Written by Joey Frenette at The Motley Fool Canada
2022 was a year where those who lost less came out on top or at least performed better than average. Undoubtedly, many investors are bracing for more pain, as the potential 2023 recession rears its ugly head. Though it’s scary to invest or stay invested ahead of an economic downturn, it’s worth noting that a lot of the anticipation has already made its way into stock valuations in this bear market. Further, there’s a chance markets could bottom out when we’re already in a recession.
GICs look tempting amid stock market volatility and recession worries
Nobody knows when we’ll look to the recovery. With some folks looking to the Federal Reserve to cut rates in the back half of next year, investors should be ready for anything. Undoubtedly, higher rates have made GICs (Guaranteed Investment Certificates) that much more attractive. Nobody likes to lock in money for more than a year. Still, the alternative is risking capital losses in a run-of-the-mill bond fund or exchange-traded fund. Indeed, with volatility as high as it is, locking money in is far preferable to downside risks.
While cashable GICs are an interesting middle ground, the best rates accompany the non-cashable variety. Though I’m a fan of stocks and their current valuations for long-term wealth creation, I’m not at all against buying a few GICs here at your local bank or financial institution.
Rates are terrific right now, and they may not stay that way forever, especially if 2023 sees chatter of rate cuts. Only time will tell if a recession cuts so deep such that Fed rate cuts are needed. Regardless, investors should ask themselves if they’d be content with a 4-5% risk-free rate if it means potentially missing out on sizeable gains that could follow the end of this bear market.
2023 may be a scary year, but with so much damage already done, it may very well be a positive year for markets, even though many market strategists expect next to nil in the way of gains over the next year.
Arguably, energy stocks are a great way to score less-correlated returns in a recession year. While energy stocks are risky and volatile, they can help further diversify your portfolio and improve your shots at solid results in a choppy year.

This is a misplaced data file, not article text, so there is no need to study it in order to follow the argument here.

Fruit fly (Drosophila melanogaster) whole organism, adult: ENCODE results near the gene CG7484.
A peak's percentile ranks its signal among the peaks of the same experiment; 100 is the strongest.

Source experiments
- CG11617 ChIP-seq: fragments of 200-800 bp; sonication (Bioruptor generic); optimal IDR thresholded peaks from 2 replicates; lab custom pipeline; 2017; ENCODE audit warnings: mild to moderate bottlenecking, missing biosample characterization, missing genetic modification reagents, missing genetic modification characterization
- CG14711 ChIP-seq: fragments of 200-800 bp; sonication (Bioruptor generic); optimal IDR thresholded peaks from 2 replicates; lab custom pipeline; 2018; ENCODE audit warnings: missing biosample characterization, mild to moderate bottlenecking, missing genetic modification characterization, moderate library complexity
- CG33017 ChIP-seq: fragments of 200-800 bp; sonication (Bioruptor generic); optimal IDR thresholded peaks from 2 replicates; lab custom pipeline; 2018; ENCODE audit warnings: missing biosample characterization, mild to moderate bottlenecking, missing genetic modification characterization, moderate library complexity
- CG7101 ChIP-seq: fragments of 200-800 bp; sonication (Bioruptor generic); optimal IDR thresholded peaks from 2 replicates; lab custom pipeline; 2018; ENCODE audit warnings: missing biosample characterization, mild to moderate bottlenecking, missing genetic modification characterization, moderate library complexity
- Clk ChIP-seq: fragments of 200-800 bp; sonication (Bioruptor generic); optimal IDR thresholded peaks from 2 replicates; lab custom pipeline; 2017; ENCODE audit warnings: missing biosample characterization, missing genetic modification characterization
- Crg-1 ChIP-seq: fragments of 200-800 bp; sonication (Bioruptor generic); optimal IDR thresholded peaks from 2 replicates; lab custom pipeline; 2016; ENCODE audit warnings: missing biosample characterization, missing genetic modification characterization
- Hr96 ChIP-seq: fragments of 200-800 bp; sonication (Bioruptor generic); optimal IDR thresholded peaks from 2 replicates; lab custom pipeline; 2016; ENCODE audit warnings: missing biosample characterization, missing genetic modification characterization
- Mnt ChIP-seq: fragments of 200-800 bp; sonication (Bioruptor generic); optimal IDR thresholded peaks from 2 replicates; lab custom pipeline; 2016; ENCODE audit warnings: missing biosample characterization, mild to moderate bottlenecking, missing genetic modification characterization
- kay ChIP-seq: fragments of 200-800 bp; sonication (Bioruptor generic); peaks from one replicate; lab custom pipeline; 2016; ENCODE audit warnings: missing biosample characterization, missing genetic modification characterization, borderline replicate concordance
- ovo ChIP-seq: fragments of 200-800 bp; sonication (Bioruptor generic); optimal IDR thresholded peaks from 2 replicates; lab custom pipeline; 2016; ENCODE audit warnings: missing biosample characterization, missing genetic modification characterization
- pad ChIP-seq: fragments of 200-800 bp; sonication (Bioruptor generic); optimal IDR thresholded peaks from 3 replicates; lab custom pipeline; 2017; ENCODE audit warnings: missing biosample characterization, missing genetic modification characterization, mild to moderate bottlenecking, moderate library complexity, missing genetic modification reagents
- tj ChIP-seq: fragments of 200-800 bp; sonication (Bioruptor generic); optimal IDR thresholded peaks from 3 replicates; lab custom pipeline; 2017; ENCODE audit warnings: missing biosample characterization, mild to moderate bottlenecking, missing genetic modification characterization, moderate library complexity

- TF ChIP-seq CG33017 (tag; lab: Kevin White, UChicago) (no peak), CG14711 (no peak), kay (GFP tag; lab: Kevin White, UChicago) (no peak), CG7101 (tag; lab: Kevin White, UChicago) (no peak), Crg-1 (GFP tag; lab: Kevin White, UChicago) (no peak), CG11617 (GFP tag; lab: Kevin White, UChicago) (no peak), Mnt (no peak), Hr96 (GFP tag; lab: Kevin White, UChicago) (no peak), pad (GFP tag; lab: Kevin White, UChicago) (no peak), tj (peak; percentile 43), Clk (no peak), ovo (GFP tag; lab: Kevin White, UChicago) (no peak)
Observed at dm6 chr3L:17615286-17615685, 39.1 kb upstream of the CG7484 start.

Suncor and Enbridge stock: Juicy dividends and gains potential
Indeed, it’s hard to tell where energy prices head from here. A peaceful resolution to the Ukraine-Russia crisis could take the premium on oil prices right off, and many hot energy stocks could sour in 2023. On the flip side, oil could continue to hold its ground, and producers like Suncor could continue to rake in enough cash flows to continue spoiling investors.
Suncor is a great company, and it remains cheap at 7.33 times trailing price to earnings (P/E), even after a more than 22% pop year to date! The 5.12% dividend yield is also so compelling. Pending an oil collapse, Suncor is a real value stock hiding in plain sight. Yes, there are risks, but I think they’re more than factored in at around $40 per share.
Enbridge stock may be a better stock for the income hungry. The stock boasts a 6.66% dividend yield that will likely keep growing in the new year. At 19.67 times trailing P/E, ENB stock is pricier than top producers. Still, its utility-like nature in this environment is respectable. Further, Enbridge’s history of resilience should keep income investors buying, as the shares sink and the yield appreciates.
GICs or Canadian energy stocks on the TSX?
GICs are great investments here, but I’d argue there’s a lot of reward you’ll leave on the table by foregoing names like Enbridge and Suncor at these depths.
There’s nothing wrong with settling on a 4.6% rate for a 14-month non-cashable GIC at your bank. However, if you’re a young risk taker, there may be more to love about the energy plays at today’s levels!
The post 2 TSX Energy Stocks I’d Buy Over GICs for Better Returns appeared first on The Motley Fool Canada.
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Fool contributor Joey Frenette has no position in any of the stocks mentioned. The Motley Fool recommends Enbridge. The Motley Fool has a disclosure policy.